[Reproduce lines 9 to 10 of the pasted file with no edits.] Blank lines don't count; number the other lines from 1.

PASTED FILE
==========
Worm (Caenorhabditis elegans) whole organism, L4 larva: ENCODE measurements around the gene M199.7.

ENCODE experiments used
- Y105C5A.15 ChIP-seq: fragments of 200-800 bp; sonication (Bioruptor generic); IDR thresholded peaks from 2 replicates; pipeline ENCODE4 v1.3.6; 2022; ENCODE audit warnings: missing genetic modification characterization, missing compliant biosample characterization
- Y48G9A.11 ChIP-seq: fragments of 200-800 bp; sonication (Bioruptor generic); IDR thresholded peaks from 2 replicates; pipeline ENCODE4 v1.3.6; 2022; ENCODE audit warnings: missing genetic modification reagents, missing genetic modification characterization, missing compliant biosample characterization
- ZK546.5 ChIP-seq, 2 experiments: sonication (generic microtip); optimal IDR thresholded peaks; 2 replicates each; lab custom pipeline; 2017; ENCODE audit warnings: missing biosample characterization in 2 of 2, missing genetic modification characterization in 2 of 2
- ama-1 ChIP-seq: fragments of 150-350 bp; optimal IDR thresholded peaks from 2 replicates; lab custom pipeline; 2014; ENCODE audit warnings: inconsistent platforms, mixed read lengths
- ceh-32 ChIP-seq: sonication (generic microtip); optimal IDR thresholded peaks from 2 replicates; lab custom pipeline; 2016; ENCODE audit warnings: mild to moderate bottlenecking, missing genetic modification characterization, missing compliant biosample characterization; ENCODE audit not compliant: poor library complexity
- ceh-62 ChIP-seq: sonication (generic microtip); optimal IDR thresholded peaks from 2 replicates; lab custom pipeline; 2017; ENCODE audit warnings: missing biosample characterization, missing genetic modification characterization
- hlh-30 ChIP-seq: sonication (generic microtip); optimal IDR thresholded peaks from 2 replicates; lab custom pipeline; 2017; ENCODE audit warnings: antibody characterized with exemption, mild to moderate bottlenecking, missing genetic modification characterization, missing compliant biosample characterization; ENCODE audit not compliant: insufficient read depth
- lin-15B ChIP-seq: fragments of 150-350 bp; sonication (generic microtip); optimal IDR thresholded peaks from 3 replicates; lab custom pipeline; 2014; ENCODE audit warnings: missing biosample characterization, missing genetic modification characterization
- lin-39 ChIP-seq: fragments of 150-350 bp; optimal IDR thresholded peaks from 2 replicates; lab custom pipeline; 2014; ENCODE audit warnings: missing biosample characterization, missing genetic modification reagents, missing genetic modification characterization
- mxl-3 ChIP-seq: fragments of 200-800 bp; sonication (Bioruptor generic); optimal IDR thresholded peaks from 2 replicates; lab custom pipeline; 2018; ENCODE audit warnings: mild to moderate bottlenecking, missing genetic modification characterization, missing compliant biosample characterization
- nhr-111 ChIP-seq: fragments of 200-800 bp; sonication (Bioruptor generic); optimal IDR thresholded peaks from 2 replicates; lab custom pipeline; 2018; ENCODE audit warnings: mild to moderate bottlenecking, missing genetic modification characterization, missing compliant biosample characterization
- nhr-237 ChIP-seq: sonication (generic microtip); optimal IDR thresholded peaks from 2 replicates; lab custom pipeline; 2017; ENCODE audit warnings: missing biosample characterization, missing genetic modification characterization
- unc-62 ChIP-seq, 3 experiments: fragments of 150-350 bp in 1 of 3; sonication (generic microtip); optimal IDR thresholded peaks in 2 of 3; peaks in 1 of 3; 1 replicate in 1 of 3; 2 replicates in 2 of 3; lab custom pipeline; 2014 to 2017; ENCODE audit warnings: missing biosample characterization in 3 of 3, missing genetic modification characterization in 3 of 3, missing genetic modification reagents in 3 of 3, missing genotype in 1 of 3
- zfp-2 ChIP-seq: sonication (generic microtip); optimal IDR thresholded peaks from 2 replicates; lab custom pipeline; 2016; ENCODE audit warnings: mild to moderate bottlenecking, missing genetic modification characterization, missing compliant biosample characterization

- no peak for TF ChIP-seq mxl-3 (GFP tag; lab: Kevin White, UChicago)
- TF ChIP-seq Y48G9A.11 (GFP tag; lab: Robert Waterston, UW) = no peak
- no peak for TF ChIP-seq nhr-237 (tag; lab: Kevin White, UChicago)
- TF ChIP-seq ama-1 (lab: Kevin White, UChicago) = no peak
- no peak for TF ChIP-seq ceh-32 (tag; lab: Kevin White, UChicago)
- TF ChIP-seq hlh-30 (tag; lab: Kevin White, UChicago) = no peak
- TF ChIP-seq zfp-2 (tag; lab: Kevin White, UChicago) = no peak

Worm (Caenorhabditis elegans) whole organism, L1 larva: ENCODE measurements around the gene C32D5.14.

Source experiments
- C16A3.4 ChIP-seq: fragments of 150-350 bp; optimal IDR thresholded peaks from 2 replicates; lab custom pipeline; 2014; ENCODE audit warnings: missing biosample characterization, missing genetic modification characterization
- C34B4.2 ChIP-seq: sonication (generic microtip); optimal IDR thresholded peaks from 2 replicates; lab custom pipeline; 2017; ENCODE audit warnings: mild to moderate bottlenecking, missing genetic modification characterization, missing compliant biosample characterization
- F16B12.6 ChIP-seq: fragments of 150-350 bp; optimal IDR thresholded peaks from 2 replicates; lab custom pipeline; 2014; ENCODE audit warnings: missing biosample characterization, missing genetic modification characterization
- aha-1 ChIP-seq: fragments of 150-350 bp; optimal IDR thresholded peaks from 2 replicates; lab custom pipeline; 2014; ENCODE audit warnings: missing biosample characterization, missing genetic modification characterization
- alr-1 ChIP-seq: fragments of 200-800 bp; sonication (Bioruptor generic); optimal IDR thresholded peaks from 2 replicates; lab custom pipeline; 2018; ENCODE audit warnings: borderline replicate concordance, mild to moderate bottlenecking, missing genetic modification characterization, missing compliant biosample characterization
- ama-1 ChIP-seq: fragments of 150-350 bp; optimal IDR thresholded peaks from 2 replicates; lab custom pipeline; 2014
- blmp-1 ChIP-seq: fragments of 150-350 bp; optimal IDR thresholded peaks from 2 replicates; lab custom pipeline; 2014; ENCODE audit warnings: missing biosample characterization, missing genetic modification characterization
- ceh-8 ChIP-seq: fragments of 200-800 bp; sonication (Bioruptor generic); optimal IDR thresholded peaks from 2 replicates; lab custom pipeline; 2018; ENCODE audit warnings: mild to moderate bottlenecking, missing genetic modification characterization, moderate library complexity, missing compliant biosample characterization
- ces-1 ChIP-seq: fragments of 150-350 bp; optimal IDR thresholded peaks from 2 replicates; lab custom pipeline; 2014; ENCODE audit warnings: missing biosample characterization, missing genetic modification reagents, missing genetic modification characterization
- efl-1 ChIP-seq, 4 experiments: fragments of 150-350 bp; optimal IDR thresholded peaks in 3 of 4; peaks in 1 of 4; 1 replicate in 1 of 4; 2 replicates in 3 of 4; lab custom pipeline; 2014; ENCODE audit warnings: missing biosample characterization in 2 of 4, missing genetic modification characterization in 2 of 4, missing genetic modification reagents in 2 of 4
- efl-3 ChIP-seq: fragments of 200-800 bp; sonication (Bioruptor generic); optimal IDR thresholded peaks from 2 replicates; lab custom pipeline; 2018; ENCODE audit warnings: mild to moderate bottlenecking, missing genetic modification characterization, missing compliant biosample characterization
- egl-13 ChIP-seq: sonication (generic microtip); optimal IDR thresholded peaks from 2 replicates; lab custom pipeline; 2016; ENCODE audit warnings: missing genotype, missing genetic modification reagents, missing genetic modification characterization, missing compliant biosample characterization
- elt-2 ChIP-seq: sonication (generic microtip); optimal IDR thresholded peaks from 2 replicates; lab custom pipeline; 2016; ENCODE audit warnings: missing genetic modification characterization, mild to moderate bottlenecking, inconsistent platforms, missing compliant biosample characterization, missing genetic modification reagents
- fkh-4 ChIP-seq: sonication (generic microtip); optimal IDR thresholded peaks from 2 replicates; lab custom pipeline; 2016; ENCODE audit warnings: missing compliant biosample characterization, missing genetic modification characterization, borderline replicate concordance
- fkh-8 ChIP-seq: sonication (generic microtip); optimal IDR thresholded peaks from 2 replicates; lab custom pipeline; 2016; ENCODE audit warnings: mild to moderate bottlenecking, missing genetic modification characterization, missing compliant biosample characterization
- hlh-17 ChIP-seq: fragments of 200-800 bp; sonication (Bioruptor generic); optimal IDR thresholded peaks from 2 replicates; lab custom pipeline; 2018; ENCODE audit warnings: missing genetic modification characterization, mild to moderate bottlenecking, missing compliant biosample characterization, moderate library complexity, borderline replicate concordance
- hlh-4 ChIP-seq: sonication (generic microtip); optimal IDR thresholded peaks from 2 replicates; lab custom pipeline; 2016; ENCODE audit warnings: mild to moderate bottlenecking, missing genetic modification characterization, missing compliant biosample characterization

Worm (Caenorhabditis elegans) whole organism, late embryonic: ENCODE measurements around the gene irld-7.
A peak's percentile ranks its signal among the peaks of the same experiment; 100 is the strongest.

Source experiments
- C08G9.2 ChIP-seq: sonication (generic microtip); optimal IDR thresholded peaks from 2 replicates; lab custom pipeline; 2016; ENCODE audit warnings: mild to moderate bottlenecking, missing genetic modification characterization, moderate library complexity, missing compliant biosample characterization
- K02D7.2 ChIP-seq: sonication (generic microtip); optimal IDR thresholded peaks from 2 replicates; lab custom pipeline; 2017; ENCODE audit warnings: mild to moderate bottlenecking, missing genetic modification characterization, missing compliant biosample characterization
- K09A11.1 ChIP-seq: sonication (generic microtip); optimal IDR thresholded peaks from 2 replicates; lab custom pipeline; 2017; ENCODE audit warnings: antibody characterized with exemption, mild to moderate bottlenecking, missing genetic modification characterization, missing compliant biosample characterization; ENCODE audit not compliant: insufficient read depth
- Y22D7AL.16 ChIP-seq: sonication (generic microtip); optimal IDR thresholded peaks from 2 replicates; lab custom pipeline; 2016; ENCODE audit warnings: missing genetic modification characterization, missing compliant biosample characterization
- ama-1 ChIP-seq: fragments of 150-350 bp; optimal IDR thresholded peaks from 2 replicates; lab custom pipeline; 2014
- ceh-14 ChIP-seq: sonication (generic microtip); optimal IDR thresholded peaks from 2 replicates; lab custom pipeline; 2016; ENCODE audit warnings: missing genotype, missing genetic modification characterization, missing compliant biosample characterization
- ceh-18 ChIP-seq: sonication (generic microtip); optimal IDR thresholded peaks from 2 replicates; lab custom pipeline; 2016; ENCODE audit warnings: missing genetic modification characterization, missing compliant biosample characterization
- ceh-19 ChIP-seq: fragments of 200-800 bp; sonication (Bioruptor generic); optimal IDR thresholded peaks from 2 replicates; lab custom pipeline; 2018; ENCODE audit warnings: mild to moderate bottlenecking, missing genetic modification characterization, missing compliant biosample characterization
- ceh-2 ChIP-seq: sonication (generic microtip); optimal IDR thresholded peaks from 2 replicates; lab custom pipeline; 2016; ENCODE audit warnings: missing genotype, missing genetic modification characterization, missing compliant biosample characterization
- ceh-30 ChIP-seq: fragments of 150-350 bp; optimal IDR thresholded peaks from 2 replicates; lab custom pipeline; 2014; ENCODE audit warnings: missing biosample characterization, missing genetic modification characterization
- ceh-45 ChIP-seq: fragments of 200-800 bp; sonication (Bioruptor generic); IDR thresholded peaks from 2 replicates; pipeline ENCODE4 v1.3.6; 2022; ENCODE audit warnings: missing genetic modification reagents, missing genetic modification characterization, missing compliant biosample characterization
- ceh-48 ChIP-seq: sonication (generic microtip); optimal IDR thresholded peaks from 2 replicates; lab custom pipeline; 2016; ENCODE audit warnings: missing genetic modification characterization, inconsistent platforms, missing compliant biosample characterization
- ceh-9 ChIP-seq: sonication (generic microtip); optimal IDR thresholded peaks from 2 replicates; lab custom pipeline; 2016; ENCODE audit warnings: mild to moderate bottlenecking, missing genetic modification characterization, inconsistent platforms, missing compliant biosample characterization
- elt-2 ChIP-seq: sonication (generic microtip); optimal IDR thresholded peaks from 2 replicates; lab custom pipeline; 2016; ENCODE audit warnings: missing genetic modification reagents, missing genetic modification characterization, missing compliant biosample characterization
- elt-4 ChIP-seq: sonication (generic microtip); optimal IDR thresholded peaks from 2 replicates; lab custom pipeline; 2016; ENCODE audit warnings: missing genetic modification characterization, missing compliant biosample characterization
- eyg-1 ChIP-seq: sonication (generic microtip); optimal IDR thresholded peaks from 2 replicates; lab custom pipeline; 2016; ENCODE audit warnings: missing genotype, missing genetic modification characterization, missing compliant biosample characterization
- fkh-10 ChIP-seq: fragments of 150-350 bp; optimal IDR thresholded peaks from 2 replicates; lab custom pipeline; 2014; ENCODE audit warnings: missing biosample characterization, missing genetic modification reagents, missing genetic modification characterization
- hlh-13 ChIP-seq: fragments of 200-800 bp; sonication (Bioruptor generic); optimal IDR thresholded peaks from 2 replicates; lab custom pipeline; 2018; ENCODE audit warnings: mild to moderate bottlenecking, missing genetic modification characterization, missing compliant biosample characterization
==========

- hlh-30 ChIP-seq: sonication (generic microtip); optimal IDR thresholded peaks from 2 replicates; lab custom pipeline; 2017; ENCODE audit warnings: antibody characterized with exemption, mild to moderate bottlenecking, missing genetic modification characterization, missing compliant biosample characterization; ENCODE audit not compliant: insufficient read depth
- lin-15B ChIP-seq: fragments of 150-350 bp; sonication (generic microtip); optimal IDR thresholded peaks from 3 replicates; lab custom pipeline; 2014; ENCODE audit warnings: missing biosample characterization, missing genetic modification characterization